Mark Rich, our Editing and Operations Manager here at Knup Sports and Knup Solutions wrote this in regards to his hero, Kobe Bryant. We are proud of Mark and his writing and wanted to share for you all:


I lost a hero today.

Although he was a decade younger than me, I did have a hero in Kobe Bryant. We all want to be inspired, and I’ve gained a lot of inspiration in my life from my sports heroes. Kobe was one of those heroes.

His ability on the basketball court to score, shoot, defend, pass, anything, was legendary. He helped raise my favorite basketball franchise from the dead. And he was electric in everything he did on the court.

He wasn’t perfect – far from it. But as we’ve all learned over the years, a great number of our heroes aren’t perfect. I’ve been conflicted since the time it happened about his sexual assault accusations in Colorado. No matter if he committed a crime or not, he wasn’t doing what he was supposed to be doing as a married man. But he also seemed to grow from that. He and his wife were able to make things right, having four children and staying together until his death.

And, when he was on the basketball court, he was outstanding. He wasn’t always the greatest teammate – but you could see him grow into that role. Learning. Maturing. That’s what we want from our heroes, isn’t it? Not that they are completely ready-made for our adoration right from the start and never improve. Rocky Balboa didn’t start as the heavyweight champion. He had to fight for it. He had to grow as a person and a fighter. And that’s what Kobe did over the years.

He was head-strong, but he was determined. He had a will to win and improve that few have. I was moved by a documentary on him fighting back from injury, how he would be at Staples Center in the wee hours of the morning, shooting by himself, working hard to get back. Ironically, that documentary showed him getting to Staples Center by helicopter.

Much like Magic Johnson had shown a generation before, Bryant showed that you should never give up. Keep fighting. That hard work will get you through in the end.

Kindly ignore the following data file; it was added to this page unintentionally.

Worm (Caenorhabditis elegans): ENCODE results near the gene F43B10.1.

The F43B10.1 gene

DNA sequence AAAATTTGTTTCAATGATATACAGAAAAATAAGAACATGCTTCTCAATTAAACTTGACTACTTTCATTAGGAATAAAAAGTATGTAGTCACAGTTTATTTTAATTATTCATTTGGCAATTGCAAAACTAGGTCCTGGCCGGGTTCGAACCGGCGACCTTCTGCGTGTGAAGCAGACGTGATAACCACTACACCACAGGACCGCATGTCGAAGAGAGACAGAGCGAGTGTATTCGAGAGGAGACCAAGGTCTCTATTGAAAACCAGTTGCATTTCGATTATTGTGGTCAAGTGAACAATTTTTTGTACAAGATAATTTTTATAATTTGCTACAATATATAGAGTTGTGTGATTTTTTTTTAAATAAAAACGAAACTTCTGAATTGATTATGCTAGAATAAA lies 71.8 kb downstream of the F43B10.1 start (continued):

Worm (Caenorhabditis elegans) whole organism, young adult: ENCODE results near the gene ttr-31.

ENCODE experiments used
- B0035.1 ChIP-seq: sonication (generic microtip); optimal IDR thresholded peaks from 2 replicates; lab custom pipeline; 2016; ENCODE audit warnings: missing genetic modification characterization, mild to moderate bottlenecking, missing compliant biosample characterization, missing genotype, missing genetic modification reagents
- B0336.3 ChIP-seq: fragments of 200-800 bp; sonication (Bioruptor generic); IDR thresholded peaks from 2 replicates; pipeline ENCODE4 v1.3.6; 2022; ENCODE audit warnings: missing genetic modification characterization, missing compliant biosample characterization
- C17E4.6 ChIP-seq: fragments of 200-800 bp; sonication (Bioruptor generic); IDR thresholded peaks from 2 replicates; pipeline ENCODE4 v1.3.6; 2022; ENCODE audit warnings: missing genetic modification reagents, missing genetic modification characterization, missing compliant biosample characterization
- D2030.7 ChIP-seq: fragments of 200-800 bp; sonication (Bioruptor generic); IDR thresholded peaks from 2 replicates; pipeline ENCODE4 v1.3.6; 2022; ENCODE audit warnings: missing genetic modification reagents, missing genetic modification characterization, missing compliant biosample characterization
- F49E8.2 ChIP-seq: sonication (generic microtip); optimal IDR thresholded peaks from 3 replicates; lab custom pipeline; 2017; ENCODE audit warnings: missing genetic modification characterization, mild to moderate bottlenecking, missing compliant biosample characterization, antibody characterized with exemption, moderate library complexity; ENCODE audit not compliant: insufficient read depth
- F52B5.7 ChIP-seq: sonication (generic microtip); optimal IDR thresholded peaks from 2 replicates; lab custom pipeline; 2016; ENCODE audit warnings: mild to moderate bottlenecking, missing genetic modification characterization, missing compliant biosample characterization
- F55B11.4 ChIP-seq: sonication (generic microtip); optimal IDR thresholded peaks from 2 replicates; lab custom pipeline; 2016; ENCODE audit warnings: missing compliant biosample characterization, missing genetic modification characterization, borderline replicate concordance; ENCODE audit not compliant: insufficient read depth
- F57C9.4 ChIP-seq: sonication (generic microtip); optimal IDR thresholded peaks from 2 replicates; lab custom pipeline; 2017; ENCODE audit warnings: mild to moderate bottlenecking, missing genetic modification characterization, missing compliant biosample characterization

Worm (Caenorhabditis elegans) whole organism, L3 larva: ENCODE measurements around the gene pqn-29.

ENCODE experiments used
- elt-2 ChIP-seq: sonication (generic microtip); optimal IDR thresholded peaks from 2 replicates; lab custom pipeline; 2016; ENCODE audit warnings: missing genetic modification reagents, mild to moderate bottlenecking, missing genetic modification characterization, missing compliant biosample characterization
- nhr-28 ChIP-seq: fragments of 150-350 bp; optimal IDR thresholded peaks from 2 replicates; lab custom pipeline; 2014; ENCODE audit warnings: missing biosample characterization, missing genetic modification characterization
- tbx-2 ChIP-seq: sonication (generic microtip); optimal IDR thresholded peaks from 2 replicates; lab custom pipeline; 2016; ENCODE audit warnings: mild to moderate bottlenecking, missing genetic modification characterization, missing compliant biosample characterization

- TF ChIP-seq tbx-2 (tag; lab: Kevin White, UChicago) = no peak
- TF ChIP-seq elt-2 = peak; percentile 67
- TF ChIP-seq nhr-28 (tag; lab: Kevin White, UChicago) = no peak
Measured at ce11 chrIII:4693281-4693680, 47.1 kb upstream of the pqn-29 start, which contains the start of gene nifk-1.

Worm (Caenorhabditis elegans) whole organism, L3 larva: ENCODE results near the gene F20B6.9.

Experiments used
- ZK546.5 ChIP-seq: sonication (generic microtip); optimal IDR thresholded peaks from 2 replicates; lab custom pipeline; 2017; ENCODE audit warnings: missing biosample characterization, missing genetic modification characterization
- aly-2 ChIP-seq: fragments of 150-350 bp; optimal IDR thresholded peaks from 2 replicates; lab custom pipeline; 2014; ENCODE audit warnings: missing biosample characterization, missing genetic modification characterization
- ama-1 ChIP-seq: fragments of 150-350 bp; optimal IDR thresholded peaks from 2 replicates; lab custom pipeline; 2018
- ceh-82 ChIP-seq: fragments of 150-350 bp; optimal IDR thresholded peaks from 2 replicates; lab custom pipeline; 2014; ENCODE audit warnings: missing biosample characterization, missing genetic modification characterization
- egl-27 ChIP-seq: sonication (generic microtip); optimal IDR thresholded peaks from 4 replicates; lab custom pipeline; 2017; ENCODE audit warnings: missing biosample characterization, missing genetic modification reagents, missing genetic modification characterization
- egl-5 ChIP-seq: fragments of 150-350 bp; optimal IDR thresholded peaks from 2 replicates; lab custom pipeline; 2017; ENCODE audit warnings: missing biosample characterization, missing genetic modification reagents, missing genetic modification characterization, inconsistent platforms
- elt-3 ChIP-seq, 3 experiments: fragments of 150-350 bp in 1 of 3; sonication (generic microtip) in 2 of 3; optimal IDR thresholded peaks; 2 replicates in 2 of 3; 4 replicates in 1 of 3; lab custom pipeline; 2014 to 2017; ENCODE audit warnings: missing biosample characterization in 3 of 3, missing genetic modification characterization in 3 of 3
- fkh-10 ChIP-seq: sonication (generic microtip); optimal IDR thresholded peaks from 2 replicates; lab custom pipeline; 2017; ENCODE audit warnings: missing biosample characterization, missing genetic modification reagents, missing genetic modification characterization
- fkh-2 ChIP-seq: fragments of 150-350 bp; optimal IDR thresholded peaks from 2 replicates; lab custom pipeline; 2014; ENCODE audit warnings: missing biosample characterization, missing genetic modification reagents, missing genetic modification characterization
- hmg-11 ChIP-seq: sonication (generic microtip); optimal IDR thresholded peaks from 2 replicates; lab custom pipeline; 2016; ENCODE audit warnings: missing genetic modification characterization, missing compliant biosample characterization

Kobe Bryant Retires

And then he retired, and we got to see an even better side of him. Being an elder statesman for the game – both for men and women. Being a fan and supporter of soccer, the sport he first loved. Doing what he could to help others raise their games — or awareness of the game — through sage advice, teaming with ESPN for a documentary series to point out the nuances of the game, or just being a presence that some players aren’t when they retire.

He became interested in making documentaries. He wrote a best-selling children’s book. He showed up at events, especially those like the women’s Final Four, that weren’t in the biggest spotlight. This was where I could relate to him even more. Because it was obvious that women’s sports became a focus to him because of his daughters, and that resonated with me.

If anything, in his post-basketball life, he became more accessible. Going on Ridiculousness and late-night shows. He embraced doing the things that he didn’t have time for when his basketball game was his No. 1 focus.

And now he’s gone. Which saddens me less because of the memories of his play — though those are certainly great — but for what we, the world, are going to miss seeing from him. He had a voice and he was going to use it. He was going to be a first-ballot Hall of Famer this fall, and I was already looking forward to him getting his due at the Hall of Fame ceremony.

And his daughter, Gigi, who passed with him, was already showing the ability and attitude of her father in regards to the basketball court. We miss seeing all of her potential fulfilled.

When you’re young, you believe your heroes are going to live forever. As you grow older, you realize that they, too, are growing older and aren’t what they used to be, and someday will pass on. But when someone who has been a part of your life for over 20 years and become someone who inspires you to be a better you is taken so quickly, so early, it’s all the more heartbreaking.